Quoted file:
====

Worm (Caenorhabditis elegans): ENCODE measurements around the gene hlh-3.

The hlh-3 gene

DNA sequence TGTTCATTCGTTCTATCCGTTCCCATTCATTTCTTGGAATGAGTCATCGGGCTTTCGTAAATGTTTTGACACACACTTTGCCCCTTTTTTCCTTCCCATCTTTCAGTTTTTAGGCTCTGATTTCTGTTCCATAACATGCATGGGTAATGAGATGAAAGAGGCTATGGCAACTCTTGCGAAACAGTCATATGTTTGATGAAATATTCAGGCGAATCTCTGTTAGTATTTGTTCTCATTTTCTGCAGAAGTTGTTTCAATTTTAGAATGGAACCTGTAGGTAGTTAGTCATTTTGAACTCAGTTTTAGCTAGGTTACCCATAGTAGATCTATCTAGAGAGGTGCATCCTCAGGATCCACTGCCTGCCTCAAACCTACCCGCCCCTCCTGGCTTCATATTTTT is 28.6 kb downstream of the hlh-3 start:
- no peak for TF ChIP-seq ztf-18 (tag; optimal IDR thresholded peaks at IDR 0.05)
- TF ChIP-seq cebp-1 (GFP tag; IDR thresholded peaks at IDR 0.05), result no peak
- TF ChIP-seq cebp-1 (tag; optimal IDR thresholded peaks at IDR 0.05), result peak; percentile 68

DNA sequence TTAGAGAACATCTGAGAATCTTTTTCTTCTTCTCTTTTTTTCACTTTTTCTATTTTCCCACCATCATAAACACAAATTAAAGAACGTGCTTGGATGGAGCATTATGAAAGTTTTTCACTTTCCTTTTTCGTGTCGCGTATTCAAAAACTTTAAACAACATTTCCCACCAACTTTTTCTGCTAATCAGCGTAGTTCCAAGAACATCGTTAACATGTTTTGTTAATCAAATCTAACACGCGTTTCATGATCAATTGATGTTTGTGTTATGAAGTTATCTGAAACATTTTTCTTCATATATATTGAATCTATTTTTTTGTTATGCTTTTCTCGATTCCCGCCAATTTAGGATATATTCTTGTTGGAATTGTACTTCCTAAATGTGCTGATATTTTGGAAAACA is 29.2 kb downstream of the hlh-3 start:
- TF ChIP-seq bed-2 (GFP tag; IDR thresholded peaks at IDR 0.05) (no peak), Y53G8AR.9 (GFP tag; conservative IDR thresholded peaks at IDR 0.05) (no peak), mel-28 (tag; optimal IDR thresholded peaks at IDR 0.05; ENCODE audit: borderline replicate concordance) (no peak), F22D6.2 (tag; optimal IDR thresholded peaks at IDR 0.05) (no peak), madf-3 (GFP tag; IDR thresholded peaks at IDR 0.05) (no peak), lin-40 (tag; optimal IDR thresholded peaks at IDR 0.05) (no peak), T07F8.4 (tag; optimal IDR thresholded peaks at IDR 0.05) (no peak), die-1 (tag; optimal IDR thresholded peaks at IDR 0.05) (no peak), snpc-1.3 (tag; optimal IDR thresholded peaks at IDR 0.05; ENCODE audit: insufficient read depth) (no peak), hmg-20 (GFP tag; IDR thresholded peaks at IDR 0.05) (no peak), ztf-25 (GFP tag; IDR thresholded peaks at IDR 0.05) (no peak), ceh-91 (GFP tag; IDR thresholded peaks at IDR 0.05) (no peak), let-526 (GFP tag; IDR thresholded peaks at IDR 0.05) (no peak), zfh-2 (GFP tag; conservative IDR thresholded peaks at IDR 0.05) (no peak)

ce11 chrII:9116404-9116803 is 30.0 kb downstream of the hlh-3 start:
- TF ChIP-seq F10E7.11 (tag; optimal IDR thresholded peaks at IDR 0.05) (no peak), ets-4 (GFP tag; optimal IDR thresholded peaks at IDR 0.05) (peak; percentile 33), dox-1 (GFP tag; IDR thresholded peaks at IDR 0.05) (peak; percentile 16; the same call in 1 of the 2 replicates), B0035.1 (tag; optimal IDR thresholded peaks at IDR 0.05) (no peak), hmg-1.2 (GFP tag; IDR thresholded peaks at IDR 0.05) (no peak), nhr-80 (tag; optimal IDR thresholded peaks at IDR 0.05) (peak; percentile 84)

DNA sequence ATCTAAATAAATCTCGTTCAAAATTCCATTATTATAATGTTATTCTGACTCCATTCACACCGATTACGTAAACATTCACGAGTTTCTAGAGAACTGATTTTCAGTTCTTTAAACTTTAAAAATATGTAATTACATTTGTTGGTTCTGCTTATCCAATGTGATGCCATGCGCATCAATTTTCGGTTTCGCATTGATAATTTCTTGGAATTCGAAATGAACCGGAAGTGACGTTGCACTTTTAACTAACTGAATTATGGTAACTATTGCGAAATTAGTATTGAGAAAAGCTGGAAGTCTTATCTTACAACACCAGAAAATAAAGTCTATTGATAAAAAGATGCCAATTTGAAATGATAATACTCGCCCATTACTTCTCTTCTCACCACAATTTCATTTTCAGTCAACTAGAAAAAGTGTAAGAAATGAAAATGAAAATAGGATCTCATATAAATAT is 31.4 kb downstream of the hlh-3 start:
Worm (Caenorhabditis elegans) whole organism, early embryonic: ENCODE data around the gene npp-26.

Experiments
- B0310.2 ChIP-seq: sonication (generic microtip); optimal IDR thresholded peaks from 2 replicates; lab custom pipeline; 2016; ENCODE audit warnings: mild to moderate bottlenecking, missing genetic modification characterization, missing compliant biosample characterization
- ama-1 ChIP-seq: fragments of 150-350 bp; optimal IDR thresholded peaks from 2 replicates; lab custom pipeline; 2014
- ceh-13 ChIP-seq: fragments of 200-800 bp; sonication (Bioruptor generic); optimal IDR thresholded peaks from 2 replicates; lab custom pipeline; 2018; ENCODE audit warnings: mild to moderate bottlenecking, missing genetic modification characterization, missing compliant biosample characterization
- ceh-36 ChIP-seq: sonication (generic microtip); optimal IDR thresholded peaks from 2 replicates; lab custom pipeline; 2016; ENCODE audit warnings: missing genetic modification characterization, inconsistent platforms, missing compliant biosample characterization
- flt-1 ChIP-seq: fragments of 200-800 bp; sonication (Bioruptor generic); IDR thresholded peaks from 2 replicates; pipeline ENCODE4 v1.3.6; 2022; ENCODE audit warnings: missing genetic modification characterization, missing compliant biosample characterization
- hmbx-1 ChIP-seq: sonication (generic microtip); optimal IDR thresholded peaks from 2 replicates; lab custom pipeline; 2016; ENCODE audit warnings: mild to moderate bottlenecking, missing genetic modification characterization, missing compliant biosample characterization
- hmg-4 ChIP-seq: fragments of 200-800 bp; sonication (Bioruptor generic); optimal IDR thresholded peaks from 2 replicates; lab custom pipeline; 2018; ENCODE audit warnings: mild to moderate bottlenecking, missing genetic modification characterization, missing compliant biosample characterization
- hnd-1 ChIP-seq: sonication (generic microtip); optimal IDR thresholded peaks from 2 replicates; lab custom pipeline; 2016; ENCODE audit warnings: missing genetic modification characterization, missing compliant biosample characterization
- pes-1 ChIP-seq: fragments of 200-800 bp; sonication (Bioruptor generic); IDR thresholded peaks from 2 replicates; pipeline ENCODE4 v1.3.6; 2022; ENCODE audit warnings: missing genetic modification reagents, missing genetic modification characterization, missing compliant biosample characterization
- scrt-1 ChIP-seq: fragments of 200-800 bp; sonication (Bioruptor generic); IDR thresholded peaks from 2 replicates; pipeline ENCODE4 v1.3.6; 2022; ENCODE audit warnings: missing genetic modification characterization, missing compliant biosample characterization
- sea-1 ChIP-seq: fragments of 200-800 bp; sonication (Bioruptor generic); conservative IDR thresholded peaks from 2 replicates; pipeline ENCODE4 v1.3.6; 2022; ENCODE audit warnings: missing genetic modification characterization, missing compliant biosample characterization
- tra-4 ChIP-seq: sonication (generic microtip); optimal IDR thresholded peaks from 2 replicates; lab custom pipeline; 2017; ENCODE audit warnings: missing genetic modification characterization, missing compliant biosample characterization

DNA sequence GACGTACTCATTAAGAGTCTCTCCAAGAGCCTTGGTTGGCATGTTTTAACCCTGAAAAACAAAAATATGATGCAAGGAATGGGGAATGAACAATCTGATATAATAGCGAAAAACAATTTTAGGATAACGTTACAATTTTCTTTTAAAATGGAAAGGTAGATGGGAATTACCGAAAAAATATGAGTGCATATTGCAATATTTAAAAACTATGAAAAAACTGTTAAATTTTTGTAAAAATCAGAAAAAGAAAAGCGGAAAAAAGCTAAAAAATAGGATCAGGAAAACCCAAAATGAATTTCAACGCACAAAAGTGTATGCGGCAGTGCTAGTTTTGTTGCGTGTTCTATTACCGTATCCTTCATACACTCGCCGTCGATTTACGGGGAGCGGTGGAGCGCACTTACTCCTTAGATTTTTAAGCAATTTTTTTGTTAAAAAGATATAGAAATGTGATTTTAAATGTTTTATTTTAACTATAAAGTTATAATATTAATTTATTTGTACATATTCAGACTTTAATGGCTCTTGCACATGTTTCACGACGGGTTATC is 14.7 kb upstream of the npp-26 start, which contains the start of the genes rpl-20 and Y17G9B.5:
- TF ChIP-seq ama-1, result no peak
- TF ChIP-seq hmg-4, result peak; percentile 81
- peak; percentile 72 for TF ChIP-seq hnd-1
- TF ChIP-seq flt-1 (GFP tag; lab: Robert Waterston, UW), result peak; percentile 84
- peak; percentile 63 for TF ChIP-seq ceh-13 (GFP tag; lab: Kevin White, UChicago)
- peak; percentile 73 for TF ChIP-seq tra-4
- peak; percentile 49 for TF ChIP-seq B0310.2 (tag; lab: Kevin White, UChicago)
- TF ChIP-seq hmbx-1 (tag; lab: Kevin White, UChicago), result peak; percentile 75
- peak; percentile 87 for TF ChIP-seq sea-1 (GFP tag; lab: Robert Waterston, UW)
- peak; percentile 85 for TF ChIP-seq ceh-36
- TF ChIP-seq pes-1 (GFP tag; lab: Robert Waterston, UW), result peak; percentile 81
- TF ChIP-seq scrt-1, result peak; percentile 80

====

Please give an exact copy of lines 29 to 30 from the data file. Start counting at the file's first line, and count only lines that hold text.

- peak; percentile 72 for TF ChIP-seq hnd-1
- TF ChIP-seq flt-1 (GFP tag; lab: Robert Waterston, UW), result peak; percentile 84